Wednesday, October 17th, 2007

Re-inventing XMLHttpRequest: Cross-browser implementation with sniffing capabilities

Category: Ajax, JavaScript, Library

Sergey Ilinsky has written up an article on an XMLHttpRequest implementation wrapper that provides an equal XHR playground across the various browsers.

If you use the wrapper you can fix things like:

As part of his work Sergey compared the browser implementations:

XMLHttpRequest Appendix

And has made his code available for download.

Posted by Dion Almaer at 8:18 am
7 Comments

+++--
3 rating from 54 votes

7 Comments »

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Great job. What I’ve found most exciting about your implementation
was actually sniffing – pity there have been no attention given to it in the review.

Comment by Peter — October 17, 2007

Nice! Now is it possible to get JQuery (for example), or other framework use it easily?
I don’t know if something would break if I just include this script before any framework.

Comment by Zsolt Bán — October 18, 2007

Zsolt,
It should not be a problem using XMLHttpRequest implementation with any frameworks. We at Backbase use it in our client-side debugger enabling the I/O inspector.

Comment by Sergey Ilinsky — October 18, 2007

Just had a look at the code and noticed that it’s only testing for the Microsoft.XMLHTTP progid… I know that that particular namespace/progid is bound to v1 – v3 of MSXML. What I don’t know/understand is why most/all of the Ajax frameworks test for this progid and sometimes others e.g.

(YUI) _msxml_progid:[‘MSXML2.XMLHTTP.3.0’, ‘MSXML2.XMLHTTP’, ‘Microsoft.XMLHTTP’] – (if yui is only supporting IE6+) all these progids will point to the same version, so the test is a waste of time…?

dojo.hostenv._XMLHTTP_PROGIDS = [“Msxml2.XMLHTTP”, “Microsoft.XMLHTTP”, “Msxml2.XMLHTTP.4.0”];

These progids suggest they support IE4x and IE5x… ?

I know that IE6 comes with MSXML3 and Microsoft recommend only using MSXML3 (or MSXML6 – which comes with Vista) progids.

Surely if they’re supporting IE6+ then the correct progid is MSXML2.XMLHTTP.3.0 to quote the Microsoft blog…

Try MSXML6 and fallback to MSXML3 – MSXML6 has some improvements that aren’t in MSXML3 such as support for XSD schema, and improved stability, performance, and security. So your app may try out MSXML6 if it is on the box and then “fallback” gracefully. Just remember to test your app with MSXML6 and with MSXML3 so you aren’t surprised when you release your application.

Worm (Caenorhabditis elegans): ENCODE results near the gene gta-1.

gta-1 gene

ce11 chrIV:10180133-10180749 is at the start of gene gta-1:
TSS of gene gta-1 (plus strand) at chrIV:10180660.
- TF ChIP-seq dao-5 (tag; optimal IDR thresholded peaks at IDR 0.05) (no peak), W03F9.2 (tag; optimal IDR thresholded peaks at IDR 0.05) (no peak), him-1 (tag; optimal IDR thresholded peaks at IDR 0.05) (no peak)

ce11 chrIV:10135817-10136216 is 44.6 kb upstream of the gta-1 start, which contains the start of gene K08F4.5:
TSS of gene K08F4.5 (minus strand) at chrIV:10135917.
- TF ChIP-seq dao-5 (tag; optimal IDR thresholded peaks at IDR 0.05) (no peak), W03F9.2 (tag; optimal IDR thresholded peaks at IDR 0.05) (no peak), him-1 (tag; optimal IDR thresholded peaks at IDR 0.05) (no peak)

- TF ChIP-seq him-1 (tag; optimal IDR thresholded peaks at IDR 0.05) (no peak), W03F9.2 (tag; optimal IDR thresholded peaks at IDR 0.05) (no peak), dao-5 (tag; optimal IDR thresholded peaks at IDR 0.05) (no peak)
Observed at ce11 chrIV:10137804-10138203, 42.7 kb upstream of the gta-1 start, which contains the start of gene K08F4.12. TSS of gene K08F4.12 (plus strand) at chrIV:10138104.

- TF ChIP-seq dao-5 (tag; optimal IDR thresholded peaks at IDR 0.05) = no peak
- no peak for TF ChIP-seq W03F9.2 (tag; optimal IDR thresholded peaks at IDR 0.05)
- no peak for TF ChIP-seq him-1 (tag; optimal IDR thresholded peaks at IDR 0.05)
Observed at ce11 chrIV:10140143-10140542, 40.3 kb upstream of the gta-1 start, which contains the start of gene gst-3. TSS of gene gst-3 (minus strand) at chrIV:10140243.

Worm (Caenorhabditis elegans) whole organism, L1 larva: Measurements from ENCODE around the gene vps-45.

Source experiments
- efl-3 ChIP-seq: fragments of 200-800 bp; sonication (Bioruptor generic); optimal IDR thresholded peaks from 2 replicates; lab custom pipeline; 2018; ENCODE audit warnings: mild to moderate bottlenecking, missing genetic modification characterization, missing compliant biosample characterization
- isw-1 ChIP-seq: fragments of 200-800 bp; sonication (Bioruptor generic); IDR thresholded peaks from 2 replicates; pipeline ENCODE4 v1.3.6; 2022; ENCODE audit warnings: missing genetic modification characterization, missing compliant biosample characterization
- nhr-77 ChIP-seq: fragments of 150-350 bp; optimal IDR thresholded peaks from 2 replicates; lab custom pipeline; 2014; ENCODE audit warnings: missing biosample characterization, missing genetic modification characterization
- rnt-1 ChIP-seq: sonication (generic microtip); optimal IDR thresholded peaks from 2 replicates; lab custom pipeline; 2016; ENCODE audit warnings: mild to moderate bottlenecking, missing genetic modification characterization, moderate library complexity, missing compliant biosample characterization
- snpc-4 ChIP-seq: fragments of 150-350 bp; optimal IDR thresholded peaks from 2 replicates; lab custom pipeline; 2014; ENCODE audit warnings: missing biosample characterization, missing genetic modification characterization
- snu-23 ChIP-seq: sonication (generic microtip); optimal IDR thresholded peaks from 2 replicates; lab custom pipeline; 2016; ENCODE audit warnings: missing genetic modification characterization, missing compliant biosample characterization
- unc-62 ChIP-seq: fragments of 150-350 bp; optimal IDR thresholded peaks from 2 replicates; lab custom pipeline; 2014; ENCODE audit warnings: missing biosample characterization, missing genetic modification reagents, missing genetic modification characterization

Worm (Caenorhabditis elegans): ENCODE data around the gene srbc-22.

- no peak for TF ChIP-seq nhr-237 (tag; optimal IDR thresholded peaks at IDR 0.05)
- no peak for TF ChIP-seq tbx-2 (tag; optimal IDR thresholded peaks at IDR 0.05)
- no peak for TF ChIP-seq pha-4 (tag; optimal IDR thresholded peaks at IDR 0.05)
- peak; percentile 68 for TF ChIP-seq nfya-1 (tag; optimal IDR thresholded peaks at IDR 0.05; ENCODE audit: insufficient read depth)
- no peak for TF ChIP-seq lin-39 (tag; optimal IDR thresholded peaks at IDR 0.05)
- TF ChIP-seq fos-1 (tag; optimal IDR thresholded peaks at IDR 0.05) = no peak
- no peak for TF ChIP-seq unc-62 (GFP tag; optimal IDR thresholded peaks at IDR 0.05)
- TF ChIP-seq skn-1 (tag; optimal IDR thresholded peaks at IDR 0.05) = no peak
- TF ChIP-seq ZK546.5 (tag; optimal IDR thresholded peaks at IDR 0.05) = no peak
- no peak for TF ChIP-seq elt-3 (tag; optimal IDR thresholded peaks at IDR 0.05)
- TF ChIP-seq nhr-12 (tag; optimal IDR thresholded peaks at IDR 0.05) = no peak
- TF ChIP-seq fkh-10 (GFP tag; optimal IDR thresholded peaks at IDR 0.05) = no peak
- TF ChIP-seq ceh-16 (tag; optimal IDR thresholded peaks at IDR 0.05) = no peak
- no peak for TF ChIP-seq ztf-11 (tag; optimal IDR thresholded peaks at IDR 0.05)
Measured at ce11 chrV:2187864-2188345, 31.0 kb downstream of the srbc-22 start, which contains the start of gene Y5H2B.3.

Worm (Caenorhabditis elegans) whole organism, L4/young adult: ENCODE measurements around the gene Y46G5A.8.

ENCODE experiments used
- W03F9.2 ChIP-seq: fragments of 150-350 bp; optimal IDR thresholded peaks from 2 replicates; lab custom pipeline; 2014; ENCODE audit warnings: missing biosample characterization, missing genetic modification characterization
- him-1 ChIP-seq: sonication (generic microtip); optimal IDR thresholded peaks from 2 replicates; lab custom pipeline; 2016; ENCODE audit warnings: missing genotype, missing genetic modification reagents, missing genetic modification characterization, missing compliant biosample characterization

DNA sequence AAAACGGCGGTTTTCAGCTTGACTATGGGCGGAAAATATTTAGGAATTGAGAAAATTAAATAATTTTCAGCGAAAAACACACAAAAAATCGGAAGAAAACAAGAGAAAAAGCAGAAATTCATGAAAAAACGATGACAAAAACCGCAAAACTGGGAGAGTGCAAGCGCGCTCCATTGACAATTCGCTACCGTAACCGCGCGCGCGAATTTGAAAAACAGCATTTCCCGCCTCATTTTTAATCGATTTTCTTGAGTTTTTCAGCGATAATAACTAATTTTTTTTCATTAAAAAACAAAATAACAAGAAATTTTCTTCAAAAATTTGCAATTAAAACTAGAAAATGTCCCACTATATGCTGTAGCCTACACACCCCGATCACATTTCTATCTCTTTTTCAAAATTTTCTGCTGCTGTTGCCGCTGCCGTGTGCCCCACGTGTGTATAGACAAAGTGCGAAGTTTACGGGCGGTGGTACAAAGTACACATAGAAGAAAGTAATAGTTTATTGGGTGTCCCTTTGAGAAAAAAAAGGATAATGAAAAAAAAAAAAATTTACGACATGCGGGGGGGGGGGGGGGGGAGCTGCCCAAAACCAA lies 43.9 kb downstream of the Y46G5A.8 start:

Is there something I’m missing? Are there known bugs with the specific versions of MSXML that these frameworks work-around? What happens if M$ drop support for the “Microsoft” namespace?

Cheers,
Confused.

Comment by DaveC — October 18, 2007

Dave,
I think your concerns are very valid. Still I found only one looking serious: “What happens if M$ drop support for the “Microsoft” namespace?” Well, as you saw in the source, this will not be a problem, since in the environments where M$ might consider dropping this support there is already XMLHttpRequest object available – and my implementation will wrap around that one, not trying to locate an existing ActiveX!

Comment by Sergey Ilinsky — October 18, 2007

Interesting, if nothing else nice just to get cross-browser stats.
Bra jobbat :)

Comment by Fredrik — October 18, 2007

There is a specific issue with microsoft’s early implementation of MSXML (an ActiveX) – some organizations have such strict security so they totally disable ActiveX in IE, but still IE is the default and only browser. There is a workaround in IE 5-6 by using XML data islands, which in turn internally use the same ActiveX object, but somehow that is not affected by the security settings of whether to use or not to use AX.
What is most intriguing is that in NONE of the major frameworks I have not seen an implementation that uses as a fallback the XML data islands.
Haven’t the creators of those libs never met this issue, or they think that one way or the other “AJAX” will prevail and they are not concerned by what some government IT agency example enforces as a quite reasonable security policy?

Comment by Mircho — October 19, 2007

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